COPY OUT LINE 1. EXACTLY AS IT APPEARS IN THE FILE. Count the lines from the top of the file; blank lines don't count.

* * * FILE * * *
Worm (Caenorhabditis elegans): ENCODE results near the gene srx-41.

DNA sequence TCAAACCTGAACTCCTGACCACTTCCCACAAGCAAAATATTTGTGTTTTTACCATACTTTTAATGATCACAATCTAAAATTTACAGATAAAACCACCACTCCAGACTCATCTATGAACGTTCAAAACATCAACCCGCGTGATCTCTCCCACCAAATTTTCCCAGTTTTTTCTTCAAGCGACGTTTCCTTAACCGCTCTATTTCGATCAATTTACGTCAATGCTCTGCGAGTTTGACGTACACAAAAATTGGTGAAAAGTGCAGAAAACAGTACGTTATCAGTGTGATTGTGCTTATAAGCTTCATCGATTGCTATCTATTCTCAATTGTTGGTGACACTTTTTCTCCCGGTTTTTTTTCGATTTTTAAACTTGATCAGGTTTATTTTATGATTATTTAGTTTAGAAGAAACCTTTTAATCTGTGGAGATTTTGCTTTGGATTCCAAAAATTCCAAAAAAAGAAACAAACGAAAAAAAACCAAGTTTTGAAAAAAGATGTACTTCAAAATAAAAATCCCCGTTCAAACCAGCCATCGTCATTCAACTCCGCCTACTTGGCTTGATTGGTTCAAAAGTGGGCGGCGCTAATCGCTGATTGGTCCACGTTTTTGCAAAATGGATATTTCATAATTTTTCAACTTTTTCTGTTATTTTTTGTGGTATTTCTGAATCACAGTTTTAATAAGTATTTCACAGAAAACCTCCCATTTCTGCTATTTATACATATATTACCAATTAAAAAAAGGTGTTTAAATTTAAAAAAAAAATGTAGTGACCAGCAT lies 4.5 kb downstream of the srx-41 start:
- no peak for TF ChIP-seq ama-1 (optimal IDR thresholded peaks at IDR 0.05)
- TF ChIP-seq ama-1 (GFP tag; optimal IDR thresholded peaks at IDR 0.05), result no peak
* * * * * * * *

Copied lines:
Worm (Caenorhabditis elegans): ENCODE results near the gene srx-41.